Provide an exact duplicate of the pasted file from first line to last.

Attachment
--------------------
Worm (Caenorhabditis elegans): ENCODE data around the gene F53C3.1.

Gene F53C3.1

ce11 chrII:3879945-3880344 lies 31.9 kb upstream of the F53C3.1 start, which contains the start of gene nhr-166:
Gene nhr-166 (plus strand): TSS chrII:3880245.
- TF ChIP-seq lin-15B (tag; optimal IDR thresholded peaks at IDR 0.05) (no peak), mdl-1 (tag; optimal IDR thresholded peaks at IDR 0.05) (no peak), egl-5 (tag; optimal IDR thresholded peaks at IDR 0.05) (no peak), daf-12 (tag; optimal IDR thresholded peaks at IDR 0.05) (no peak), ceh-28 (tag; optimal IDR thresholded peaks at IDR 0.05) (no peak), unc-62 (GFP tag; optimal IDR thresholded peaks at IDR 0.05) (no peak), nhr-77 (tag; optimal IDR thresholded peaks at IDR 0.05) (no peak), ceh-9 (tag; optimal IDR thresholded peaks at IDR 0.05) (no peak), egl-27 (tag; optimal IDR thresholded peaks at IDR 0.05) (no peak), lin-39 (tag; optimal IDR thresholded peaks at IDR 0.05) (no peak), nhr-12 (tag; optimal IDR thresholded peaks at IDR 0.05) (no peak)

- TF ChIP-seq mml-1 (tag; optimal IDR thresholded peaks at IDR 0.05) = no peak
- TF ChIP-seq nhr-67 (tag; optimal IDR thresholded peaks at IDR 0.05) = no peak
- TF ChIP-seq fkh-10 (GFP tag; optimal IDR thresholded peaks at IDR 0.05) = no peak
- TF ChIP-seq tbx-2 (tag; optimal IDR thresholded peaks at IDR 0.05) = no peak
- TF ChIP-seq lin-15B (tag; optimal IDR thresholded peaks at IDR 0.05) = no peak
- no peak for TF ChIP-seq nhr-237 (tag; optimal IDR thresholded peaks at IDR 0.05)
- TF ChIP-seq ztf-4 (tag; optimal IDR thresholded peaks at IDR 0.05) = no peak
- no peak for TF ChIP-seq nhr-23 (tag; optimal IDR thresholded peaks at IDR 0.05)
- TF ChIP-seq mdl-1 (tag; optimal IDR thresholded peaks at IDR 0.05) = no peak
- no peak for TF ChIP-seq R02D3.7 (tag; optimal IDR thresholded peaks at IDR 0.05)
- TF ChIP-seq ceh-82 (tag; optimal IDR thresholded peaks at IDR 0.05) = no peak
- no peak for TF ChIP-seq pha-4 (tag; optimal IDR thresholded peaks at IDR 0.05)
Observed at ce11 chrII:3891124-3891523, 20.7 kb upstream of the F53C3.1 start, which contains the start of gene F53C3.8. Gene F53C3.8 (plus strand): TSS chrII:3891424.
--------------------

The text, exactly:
Worm (Caenorhabditis elegans): ENCODE data around the gene F53C3.1.

Gene F53C3.1

ce11 chrII:3879945-3880344 lies 31.9 kb upstream of the F53C3.1 start, which contains the start of gene nhr-166:
Gene nhr-166 (plus strand): TSS chrII:3880245.
- TF ChIP-seq lin-15B (tag; optimal IDR thresholded peaks at IDR 0.05) (no peak), mdl-1 (tag; optimal IDR thresholded peaks at IDR 0.05) (no peak), egl-5 (tag; optimal IDR thresholded peaks at IDR 0.05) (no peak), daf-12 (tag; optimal IDR thresholded peaks at IDR 0.05) (no peak), ceh-28 (tag; optimal IDR thresholded peaks at IDR 0.05) (no peak), unc-62 (GFP tag; optimal IDR thresholded peaks at IDR 0.05) (no peak), nhr-77 (tag; optimal IDR thresholded peaks at IDR 0.05) (no peak), ceh-9 (tag; optimal IDR thresholded peaks at IDR 0.05) (no peak), egl-27 (tag; optimal IDR thresholded peaks at IDR 0.05) (no peak), lin-39 (tag; optimal IDR thresholded peaks at IDR 0.05) (no peak), nhr-12 (tag; optimal IDR thresholded peaks at IDR 0.05) (no peak)

- TF ChIP-seq mml-1 (tag; optimal IDR thresholded peaks at IDR 0.05) = no peak
- TF ChIP-seq nhr-67 (tag; optimal IDR thresholded peaks at IDR 0.05) = no peak
- TF ChIP-seq fkh-10 (GFP tag; optimal IDR thresholded peaks at IDR 0.05) = no peak
- TF ChIP-seq tbx-2 (tag; optimal IDR thresholded peaks at IDR 0.05) = no peak
- TF ChIP-seq lin-15B (tag; optimal IDR thresholded peaks at IDR 0.05) = no peak
- no peak for TF ChIP-seq nhr-237 (tag; optimal IDR thresholded peaks at IDR 0.05)
- TF ChIP-seq ztf-4 (tag; optimal IDR thresholded peaks at IDR 0.05) = no peak
- no peak for TF ChIP-seq nhr-23 (tag; optimal IDR thresholded peaks at IDR 0.05)
- TF ChIP-seq mdl-1 (tag; optimal IDR thresholded peaks at IDR 0.05) = no peak
- no peak for TF ChIP-seq R02D3.7 (tag; optimal IDR thresholded peaks at IDR 0.05)
- TF ChIP-seq ceh-82 (tag; optimal IDR thresholded peaks at IDR 0.05) = no peak
- no peak for TF ChIP-seq pha-4 (tag; optimal IDR thresholded peaks at IDR 0.05)
Observed at ce11 chrII:3891124-3891523, 20.7 kb upstream of the F53C3.1 start, which contains the start of gene F53C3.8. Gene F53C3.8 (plus strand): TSS chrII:3891424.